Bunf: You can’t see it.

Interviewer: Even if you’re in outer space and watch the world with some filters or something?

Gruff: Ah! I dunno—

Bunf: Oh, oh yeah…well [laughter] you’ve got me thinking, now.

Interviewer: You came in in the English charts at number 3 I heard.

Gruff: Uh huh.

Interviewer: Well, congratulations.

Gruff: Thank you very much.

Interviewer: And what about the former albums, has it ever been before?

Gruff: We’ve had one at 6, one at 10, one at 11 and one at 23.

Interviewer: So this is the first one in the top 3?

Gruff: In the top 5, yeah.

Interviewer: You must be proud then.

Bunf: Aye, very proud.

Gruff: And in a way it’s good it’s not higher because it means we have something left to achieve.

Interviewer: I heard the album yesterday, I got it and I played it all day. I really like the album because there are a lot of styles in it and from classic, it goes to pop, it goes to rock, to Beatleesque music – why do you have so much styles on it?

Gruff: I don’t know – [to Bunf] do you have a theory on that? I think …there’s five members in the band, and five of us produce, and we’re all into different things, you know? And there’s a chemistry in the band that takes the music to all kinds of places.

Bunf: And we have a significantly different record collection, all five of us. So, if you put all those factors together, you’re gonna get quite a diverse influence.

Interviewer: [to Bunf] What do you listen to, for instance?

Bunf: Brandy and Monica…and Marla, and some techno stuff like Plastic Man…

Interviewer: Right now you’re listening to it, you got it with you for the road?

Bunf: KLF – Chill Out, which is another good one.

Interviewer: That’s a lot of different styles. (to Gruff) For you?

Gruff: I’m listening to Gorky’s Zygotic Mynci – the new album – How I Long To Feel That Summer In My Heart. Uh…what else? This week I’ve been listening to DJ Vadim and Killa Kela and….I think I’ve got some Glen Campbell CDs as well [laughs] in my bag.

Interviewer: Okay, you recorded twelve songs, thirteen on the album, on the DVD there’s twelve songs—

Gruff: No—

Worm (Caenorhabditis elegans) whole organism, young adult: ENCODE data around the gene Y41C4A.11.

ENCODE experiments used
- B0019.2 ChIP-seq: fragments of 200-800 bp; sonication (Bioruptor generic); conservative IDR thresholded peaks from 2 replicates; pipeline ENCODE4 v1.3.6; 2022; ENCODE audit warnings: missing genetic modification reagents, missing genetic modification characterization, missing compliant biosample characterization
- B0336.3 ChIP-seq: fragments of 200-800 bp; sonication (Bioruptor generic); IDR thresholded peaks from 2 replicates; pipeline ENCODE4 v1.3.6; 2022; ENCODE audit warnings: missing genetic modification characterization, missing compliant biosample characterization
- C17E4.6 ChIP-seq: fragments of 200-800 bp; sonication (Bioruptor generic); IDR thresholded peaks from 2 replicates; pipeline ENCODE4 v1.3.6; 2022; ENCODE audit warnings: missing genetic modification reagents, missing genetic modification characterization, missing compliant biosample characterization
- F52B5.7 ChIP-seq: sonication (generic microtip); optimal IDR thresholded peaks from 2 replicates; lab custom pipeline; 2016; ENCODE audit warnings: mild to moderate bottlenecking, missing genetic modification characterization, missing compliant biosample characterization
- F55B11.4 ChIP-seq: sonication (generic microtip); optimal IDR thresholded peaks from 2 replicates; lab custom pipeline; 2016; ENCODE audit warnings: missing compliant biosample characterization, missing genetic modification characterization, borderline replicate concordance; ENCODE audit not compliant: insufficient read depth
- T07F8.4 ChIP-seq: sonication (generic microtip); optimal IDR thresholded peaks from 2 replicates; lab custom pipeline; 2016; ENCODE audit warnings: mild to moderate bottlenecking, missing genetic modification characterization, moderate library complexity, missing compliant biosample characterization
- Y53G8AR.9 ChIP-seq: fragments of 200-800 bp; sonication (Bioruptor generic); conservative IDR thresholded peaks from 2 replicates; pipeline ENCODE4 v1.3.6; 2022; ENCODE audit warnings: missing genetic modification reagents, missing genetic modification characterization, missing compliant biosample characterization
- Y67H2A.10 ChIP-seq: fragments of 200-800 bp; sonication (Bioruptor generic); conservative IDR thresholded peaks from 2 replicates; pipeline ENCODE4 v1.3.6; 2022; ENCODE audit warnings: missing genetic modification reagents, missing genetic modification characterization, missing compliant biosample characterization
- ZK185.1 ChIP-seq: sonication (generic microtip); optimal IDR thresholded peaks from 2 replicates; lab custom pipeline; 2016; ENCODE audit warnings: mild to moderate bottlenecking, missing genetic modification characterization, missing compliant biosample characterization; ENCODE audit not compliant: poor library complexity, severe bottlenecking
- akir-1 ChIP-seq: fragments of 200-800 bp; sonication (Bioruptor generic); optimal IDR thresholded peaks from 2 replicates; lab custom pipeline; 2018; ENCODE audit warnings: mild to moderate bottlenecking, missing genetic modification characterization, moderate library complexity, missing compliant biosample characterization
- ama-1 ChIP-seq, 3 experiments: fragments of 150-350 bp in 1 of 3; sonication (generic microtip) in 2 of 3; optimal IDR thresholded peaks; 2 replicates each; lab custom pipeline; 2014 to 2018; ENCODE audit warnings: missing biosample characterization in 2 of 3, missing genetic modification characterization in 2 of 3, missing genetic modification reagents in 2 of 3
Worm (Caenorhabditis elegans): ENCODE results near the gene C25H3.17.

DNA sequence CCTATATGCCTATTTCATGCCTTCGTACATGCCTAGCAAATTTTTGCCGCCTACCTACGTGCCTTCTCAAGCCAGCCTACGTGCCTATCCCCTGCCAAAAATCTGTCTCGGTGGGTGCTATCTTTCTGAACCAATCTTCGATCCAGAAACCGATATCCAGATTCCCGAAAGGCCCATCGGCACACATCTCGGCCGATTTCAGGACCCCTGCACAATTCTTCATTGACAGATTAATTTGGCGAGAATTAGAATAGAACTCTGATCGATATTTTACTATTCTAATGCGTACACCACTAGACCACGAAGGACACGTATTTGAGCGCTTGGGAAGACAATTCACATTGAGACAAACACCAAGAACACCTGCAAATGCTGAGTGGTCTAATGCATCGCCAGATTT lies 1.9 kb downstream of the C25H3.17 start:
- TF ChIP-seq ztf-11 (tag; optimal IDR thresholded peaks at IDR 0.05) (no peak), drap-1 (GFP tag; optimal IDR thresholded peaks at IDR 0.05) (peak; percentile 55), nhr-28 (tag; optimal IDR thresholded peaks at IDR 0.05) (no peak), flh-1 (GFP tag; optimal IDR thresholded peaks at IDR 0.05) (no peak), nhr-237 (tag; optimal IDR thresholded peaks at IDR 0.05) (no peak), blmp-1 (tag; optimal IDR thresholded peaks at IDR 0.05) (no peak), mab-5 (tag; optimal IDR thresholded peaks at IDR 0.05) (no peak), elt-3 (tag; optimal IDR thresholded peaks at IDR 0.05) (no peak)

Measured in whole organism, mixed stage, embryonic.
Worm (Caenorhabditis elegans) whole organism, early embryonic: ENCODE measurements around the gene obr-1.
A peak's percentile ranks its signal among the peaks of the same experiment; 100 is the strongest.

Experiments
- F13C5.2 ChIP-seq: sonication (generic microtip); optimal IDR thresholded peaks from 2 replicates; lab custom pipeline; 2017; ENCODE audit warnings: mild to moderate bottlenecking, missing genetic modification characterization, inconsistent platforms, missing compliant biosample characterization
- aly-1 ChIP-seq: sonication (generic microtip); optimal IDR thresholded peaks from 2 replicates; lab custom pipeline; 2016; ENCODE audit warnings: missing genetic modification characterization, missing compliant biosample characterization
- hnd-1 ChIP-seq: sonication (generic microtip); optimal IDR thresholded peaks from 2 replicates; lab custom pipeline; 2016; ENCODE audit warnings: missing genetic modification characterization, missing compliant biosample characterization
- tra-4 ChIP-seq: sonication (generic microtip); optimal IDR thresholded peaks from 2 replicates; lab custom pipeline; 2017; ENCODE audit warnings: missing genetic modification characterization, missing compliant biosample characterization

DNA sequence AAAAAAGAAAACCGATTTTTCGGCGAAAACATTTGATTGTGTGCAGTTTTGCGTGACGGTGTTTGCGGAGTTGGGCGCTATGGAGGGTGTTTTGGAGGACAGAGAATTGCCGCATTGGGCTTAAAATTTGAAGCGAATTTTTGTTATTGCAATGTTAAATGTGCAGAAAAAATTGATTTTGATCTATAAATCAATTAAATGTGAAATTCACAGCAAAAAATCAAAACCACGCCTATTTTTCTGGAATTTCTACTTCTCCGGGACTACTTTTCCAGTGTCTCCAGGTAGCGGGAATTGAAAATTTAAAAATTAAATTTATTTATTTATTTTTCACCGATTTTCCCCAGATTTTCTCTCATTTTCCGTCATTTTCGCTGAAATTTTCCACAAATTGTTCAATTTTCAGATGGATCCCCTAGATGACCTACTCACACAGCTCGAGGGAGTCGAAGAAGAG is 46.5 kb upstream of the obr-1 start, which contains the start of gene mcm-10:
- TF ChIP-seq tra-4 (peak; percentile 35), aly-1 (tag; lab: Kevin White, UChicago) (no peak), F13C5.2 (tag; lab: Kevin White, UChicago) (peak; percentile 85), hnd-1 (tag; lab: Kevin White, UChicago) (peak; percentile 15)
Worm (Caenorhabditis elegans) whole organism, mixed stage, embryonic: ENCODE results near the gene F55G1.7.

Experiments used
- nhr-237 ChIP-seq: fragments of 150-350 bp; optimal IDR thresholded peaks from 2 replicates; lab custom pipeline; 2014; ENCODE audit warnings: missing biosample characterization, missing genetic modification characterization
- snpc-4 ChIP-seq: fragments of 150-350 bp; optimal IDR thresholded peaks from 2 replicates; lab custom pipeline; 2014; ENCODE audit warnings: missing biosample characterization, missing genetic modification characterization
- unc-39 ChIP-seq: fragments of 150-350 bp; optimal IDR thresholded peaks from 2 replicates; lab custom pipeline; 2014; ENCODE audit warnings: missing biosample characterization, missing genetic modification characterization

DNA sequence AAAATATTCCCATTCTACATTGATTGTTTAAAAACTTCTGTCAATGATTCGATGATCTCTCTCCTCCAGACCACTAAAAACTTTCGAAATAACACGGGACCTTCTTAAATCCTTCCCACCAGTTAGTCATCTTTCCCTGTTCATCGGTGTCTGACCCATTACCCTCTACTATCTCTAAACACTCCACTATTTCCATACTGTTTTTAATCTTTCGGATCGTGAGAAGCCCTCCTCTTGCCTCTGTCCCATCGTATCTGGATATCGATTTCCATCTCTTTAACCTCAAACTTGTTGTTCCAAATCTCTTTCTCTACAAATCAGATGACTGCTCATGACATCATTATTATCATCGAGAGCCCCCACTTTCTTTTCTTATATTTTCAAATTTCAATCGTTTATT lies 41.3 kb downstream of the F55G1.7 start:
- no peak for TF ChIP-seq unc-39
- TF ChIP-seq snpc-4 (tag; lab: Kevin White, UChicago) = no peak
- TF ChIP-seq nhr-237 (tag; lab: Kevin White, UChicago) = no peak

Interviewer: Also in a movie style –

Gruff: I’ve seen that on the Sony poster in Holland but there’s actually—they obviously haven’t looked at the DVD because there’s eighteen films and eighteen songs.

Interview: Oh the bio said there were something like twelve. Twelve different films for twelve different songs –

Gruff: That’s what is says on the poster as well. But there’s eighteen. And the sixteen remixes. And there’s thirty pages of interface and we had to write thirty pieces of ambient music for every page. You can go around it like a platform game , you can find the extra six songs maybe a week after you got the DVD, you’ll learn how to navigate around the DVD. It’s connected by thirty wormholes. So it’s a completely different medium to a conventional album …we have picture galleries in there and all kinds of things, really. It’s an interactive album.

Bunf: Remixes as well. Every single song is…we gave a song each to be remixed. But they only had two weeks to do it so it was a very short time which is obviously frustrating for these kinds of things.

Gruff: We realized about a month before we released the DVD, “Hold on we’ve got more space!”, we found some more space on the DVD, so we phoned up all these people and went, “Do you fancy doing a remix for our album?” and they went, “Yeah, sure. By when?” “Oh, you’ve got two weeks”, and they’re going “Oh, sorry, we’re on tour” or “We’re recording an album”. But we managed to get people like…Brave Captain and… Sean O’Hagan from High Llamas… Goem, from Holland –

Interviewer: What’s the band name?

Gruff: Goem. G-o-e-m – I don’t know how to pronounce it.

Interviewer: Oh okay, yeah. Yeah.

Gruff: Yeah, they remixed a track over the internet. It’s“Miniature”, it’s about twenty seconds long?

Interviewer: Thirty-six.

Gruff: Thirty-six, oh right. They remixed that one.

Interviewer: Can you tell us about the movies on the DVD?

Gruff: Okay. We gave every song to a different director, and none of the directors had ever made a video before, so they came to it with fresh ideas. And most of them made it at home, on a home computer with DVD cameras –